Tuesday, July 29, 2008

China, Russia Cooperation on Iran (and Turkey)?

Ambassador M K Bhadrakumar's latest column over at the Asia Times suggests that Beijing and Moscow have handed a diplomatic setback to Iran by refusing to consider Tehran's wish for closer links to the Shanghai Cooperation Organization, including the possibility of actual membership.

So, instead of being brought within the embrace of the emerging Eurasian security organization, Iran still remains isolated. As the ambassador notes, "Since such issues are invariably decided within the SCO on the basis of a consensus between Russia and China, it stands to reason that either Russia didn't press Iran's membership case or China disfavored the idea. On balance, it seems to be a combination of both. Conceivably, Moscow didn't press after informally ascertaining Beijing's lukewarm attitude. Tajikistan, which hosts the SCO summit in August, has openly favored Iran's membership. If the two Big Brothers had given the green signal, Tajikistan would have asked Iran to come in from the cold. No doubt, Tehran, which openly canvassed for SCO membership, has suffered a diplomatic setback."

For many Americans--including presidential hopeful Senator John McCain--this might not seem like much at all--but it is significant, in that it shows the limits to which states like China and Russia are prepared to shield Iran from Western pressure--and I see this as a positive.

Also of interest in this column--the assertion that Turkey may be serving as Iran's new interlocutor with the West--and that this is alongside Ankara's efforts to broker talks between Israel and Syria. The ambassador notes that, despite harsh U.S. rhetoric about Iran's role in southern and central Iraq, "the US has largely looked away from Turkey-Iran cooperation in stabilizing northern Iraq." He also suggests that a Turkish opening to Iran might also serve the purpose of revitalizing the stalled Nabucco project. In turn, Iran might assist Turkey in its contentious relations with Armenia.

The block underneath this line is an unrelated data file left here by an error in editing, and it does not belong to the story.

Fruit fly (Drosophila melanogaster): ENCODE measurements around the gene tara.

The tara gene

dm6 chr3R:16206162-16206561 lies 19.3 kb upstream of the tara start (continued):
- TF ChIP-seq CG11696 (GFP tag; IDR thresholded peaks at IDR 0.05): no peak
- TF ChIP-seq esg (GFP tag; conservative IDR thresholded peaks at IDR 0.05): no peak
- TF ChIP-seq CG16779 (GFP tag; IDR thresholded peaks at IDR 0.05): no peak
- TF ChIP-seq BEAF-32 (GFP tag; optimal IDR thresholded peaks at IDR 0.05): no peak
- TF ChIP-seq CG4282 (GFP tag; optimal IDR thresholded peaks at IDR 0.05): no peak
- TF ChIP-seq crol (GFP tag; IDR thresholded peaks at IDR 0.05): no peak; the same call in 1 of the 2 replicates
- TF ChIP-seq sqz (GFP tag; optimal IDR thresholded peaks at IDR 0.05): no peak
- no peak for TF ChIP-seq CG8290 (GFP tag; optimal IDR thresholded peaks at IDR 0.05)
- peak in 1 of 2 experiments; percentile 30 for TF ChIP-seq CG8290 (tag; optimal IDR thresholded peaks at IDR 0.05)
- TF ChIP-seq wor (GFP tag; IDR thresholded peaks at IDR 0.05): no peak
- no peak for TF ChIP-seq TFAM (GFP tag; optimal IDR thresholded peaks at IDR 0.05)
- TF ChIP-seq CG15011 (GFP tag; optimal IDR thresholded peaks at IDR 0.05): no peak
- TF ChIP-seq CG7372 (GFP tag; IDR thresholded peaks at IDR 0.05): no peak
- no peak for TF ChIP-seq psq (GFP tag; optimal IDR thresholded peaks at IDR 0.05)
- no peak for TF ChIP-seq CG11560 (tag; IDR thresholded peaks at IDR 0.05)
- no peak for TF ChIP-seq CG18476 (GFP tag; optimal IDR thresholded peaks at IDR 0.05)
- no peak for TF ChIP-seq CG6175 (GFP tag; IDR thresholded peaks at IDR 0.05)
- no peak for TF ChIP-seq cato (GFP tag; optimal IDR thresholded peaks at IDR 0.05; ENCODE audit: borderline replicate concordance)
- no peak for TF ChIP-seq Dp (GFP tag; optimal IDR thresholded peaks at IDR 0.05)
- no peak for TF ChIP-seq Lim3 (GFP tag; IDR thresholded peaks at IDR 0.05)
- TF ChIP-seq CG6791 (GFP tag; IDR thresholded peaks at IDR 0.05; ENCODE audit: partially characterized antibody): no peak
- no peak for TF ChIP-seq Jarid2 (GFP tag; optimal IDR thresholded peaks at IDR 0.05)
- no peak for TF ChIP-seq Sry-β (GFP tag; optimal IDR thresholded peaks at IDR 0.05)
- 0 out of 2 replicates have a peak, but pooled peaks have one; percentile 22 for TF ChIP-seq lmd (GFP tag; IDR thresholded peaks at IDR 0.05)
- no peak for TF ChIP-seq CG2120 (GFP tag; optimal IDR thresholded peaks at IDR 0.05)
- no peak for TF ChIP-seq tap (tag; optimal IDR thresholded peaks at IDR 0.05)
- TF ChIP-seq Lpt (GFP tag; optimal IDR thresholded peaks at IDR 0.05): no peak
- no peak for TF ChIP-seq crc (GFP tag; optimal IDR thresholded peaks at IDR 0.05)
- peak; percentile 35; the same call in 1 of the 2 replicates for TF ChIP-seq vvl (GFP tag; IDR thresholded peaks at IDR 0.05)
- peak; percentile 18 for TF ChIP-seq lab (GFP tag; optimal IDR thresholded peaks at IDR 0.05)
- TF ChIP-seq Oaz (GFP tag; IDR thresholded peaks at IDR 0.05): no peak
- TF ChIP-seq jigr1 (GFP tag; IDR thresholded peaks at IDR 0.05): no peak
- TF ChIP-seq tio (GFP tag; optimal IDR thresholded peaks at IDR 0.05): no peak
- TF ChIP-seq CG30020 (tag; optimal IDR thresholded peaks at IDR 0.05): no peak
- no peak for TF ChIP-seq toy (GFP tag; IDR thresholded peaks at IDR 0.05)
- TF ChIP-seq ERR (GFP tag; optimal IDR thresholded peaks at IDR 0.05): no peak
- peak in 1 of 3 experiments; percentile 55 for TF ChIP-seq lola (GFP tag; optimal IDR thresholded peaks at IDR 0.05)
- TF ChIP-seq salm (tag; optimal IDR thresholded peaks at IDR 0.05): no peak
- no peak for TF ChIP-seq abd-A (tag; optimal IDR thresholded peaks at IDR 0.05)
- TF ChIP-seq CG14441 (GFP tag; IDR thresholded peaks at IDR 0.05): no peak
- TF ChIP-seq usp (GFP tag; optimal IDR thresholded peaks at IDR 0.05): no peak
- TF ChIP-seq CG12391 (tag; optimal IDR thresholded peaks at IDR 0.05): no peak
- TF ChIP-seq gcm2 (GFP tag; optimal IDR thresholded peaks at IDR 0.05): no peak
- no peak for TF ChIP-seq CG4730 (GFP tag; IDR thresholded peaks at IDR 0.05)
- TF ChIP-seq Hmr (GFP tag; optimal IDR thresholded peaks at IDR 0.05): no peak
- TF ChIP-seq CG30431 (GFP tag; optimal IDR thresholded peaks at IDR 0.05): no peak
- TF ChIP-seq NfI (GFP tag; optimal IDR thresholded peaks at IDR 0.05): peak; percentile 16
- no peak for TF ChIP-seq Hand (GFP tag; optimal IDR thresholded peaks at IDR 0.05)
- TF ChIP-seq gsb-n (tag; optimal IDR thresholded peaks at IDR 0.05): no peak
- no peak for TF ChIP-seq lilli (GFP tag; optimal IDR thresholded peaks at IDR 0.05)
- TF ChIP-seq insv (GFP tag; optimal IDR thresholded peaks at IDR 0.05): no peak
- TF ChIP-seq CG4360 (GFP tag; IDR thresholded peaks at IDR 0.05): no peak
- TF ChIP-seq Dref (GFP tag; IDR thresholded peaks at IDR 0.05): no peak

Bhadrakamur concludes:

"Washington will not throw a spanner into the Iranian attempt to mediate the easing of tensions in Turkey-Armenia relations or in bringing Armenia and Azerbaijan to a path of dialogue and negotiations. Such Iranian efforts would even serve the interests of US regional policies in the Caucasus. Most important, Iran can be the key to the realization of the Nabucco gas pipeline project, which would go a long way in reducing Europe's energy dependence on Russia. Turkey, in turn, would be the transportation corridor for any Iranian gas to be pumped to Europe.

"All in all, therefore, a fascinating pattern of interlocking diplomatic moves is forming on the regional chessboard in which Turkey, Syria and Israel are already openly engaged as protagonists with Iran now appearing on the scene."

An interesting column, to say the least.

A subsequent piece by Ambassador Bhadrakumar describes the 'dramatic turn' in 'the great game over Caspian energy' resulting from the agreements Gazprom has jut signed to purchase gas from Turkmenistan. According to the Ambasssador, 'the United States has suffered a huge defeat in the race for Caspian gas.'

An interesting excerpt describes signs of Chinese optimism about a shift in Russian energy exports away from Europe:

'Without getting into details, China Daily merely took note of the talks as "a good beginning" and commented, "It seems that a shift of Russia's energy export policy is under way. Russia might turn its eyes from the Western countries to the Asia-Pacific region ... The cooperation in the energy sector is an issue of great significance for Sino-Russian relations ... the political and geographic closeness of the two countries would put their energy cooperation under a safe umbrella and make it a win-win deal. China-Russia ties are at their best times ... The two sides settled their lingering border disputes, held joint military exercises, and enjoyed rapidly increasing bilateral trade."'

Another interesting suggestion by the Ambassador is that Russian interest in the idea of a 'gas cartel' may be less inhibited by European sensitivities than in the past:

'Until fairly recently Moscow was sensitive about the European Union's opposition to the idea of a gas cartel. (Washington has openly warned that it would legislate against countries that lined up behind a gas cartel). But high gas prices have weakened the European Union's negotiating position.'

What Bhadrakumar further suggests is that a reversal of policy towards Iran provides the only means by which the United States can now rescue its strategy to prevent Russian control of European gas supplies, which depends upon the Nabucco gas pipeline project. Without access to Turkmen gas, he suggests, 'Nabucco's realization will now critically depend on gas supplies from the Middle East - Iran, in particular.'

Put simply, the United States cannot at one and the same time make serious attempts to mitigate European dependence on gas exports, and pursue a strategy of all-out confrontation towards Iran.

Of course, divergencies of interest between Russia and Iran, which the Ambassador describes, would open up ample opportunities for a skilful American and European diplomacy designed to mitigate Europe's dependence on Russian gas.

But this would require the abandonment of the central underlying premise of post-Cold War American foreign policy -- which is, essentially, that of American omnipotence.

The Ambassador's piece is at http://www.atimes.com/atimes/Central_Asia/JG30Ag01.html.
Thanks, David--appreciate the link.
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